Date Approved


Degree Type

Open Access Senior Honors Thesis


Health Promotion and Human Performance

First Advisor

Stephen McGregor, PhD

Second Advisor

Sheldon Levine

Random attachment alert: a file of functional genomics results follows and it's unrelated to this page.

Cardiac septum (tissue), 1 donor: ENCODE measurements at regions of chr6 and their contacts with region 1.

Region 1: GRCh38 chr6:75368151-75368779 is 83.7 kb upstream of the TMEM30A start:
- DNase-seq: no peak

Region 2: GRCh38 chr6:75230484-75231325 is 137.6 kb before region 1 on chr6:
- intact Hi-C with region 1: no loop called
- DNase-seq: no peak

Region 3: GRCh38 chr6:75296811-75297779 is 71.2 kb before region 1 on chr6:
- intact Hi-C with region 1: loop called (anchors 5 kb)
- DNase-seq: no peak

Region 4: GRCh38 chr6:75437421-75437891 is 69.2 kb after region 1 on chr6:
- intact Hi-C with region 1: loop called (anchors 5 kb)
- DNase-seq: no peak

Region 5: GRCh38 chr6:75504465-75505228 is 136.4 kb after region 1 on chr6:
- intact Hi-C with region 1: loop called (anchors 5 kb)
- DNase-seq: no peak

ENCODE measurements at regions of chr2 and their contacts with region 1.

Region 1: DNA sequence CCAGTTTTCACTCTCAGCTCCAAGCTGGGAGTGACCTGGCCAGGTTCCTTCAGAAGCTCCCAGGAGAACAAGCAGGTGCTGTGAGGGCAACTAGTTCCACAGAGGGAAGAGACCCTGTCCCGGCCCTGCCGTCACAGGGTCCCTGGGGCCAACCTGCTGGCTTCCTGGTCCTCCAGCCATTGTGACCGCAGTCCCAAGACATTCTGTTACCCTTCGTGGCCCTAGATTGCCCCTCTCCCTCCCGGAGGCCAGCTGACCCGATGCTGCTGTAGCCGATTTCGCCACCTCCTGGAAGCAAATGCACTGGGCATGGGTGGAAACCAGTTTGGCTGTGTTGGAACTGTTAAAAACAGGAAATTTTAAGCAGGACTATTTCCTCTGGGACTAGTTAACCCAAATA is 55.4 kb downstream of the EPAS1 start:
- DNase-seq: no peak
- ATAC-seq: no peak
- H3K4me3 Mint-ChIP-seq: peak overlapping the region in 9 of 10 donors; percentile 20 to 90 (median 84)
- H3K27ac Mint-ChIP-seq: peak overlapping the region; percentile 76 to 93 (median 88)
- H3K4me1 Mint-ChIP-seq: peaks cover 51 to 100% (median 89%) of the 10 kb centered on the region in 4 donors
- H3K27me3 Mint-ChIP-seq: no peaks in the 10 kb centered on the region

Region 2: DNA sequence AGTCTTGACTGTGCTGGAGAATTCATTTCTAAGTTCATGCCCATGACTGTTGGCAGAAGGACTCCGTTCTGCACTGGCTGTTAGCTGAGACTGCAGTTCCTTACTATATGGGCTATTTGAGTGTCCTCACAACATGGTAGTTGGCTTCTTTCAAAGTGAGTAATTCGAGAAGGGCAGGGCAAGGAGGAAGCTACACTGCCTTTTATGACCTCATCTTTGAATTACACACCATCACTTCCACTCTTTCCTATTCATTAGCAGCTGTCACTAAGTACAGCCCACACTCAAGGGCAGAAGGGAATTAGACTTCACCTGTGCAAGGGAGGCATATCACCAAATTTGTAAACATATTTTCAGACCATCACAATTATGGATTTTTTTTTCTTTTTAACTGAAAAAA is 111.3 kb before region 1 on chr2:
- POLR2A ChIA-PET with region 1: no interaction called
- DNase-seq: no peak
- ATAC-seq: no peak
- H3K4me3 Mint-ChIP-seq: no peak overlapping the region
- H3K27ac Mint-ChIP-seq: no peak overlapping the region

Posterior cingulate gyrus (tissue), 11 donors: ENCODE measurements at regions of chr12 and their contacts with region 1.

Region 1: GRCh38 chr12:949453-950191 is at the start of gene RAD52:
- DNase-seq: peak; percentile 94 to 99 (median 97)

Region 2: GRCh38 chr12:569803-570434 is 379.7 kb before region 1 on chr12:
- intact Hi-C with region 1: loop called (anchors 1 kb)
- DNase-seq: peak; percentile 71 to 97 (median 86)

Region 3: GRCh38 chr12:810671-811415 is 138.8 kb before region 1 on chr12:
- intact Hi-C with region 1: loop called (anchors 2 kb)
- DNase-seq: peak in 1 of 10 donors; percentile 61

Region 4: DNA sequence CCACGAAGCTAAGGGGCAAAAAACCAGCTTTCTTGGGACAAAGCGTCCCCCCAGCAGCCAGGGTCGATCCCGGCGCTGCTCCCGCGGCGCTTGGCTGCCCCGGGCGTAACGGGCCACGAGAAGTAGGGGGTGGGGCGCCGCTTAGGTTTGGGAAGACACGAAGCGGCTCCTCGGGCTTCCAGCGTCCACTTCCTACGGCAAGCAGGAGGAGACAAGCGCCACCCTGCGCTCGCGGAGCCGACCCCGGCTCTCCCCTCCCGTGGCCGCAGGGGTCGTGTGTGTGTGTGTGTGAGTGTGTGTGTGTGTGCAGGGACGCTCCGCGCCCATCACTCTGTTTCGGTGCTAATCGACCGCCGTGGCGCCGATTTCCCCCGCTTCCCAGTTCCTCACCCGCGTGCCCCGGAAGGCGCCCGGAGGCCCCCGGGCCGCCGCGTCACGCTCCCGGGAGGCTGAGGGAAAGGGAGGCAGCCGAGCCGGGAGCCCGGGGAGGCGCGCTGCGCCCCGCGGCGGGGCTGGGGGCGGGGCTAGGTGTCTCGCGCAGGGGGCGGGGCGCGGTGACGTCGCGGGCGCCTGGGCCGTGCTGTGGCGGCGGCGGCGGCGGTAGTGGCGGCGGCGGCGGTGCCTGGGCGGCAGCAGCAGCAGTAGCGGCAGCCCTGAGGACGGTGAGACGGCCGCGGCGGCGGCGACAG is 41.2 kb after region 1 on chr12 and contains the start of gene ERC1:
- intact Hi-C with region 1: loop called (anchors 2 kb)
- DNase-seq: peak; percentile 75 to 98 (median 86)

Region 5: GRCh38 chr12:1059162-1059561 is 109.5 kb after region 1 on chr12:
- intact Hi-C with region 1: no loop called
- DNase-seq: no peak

Objective: Traditional approaches to address obesity typically entail severe caloric restriction and drastic alterations in activity pattern. The MFit Weight Management Program, a derivative of the University of Michigan Health System, takes a different approach to weight loss. The goal of the program is to stress the development of longterm lifestyle changes and it places less emphasis on rapid weight loss. It was the purpose of this study to determine whether the MFit Weight Management Program, a behavioral modification program, is successful for decreasing anthropometric and cardiovascular measurements of obesity. Research Methods and Procedures: This is an ongoing study with revolving subject recruitment; therefore, some data analysis is completed, while some is ongoing. The dataset will grow as additional MFit Programs are completed. To date, 72 subjects have completed the 12 week program and 21 subjects have completed the 6 month follow up. At the pre, mid, post, and 6 month follow up fractions of the weight management program, cardiovascular and anthropometric measurements of obesity were assessed. Data analysis was performed by running an analysis of variance. The ANOVA was run twice, first by comparing the data of the completed subjects over time by pre, mid, and post fractions. Secondly, by comparing the 6 month completed subject data by pre, mid, post, and 6 month fractions. All statistical procedures were performed using SPSS 12.0 for Windows. Statistical significance was defined by a probability of less than or equal to 0.05. Results: During the 12 week program significant results were obtained in total cholesterol (P = 0.000), NHDL cholesterol (P = 0.001), RHR (P = 0.030), percent initial body weight lost (P = 0.000), pounds lost (P = 0.000), neck circumference (P = 0.000), and waist circumference (P = 0.005). Significant results in the 6 month follow up participants included percent weight lost (P = 0.010), pounds lost (P = 0.016), neck circumference (P = 0.018), and BMI (P = 0.002). Discussion: Preliminary results of the study indicate significant change in anthropometric and cardiovascular measures over a course of 12 weeks and a 6 month time period. Therefore, the results provide support for the notion that a behavior modification program can decrease cardiovascular and anthropometric measures that are indicators of obesity and its associated health risks over both a short and long term time period.

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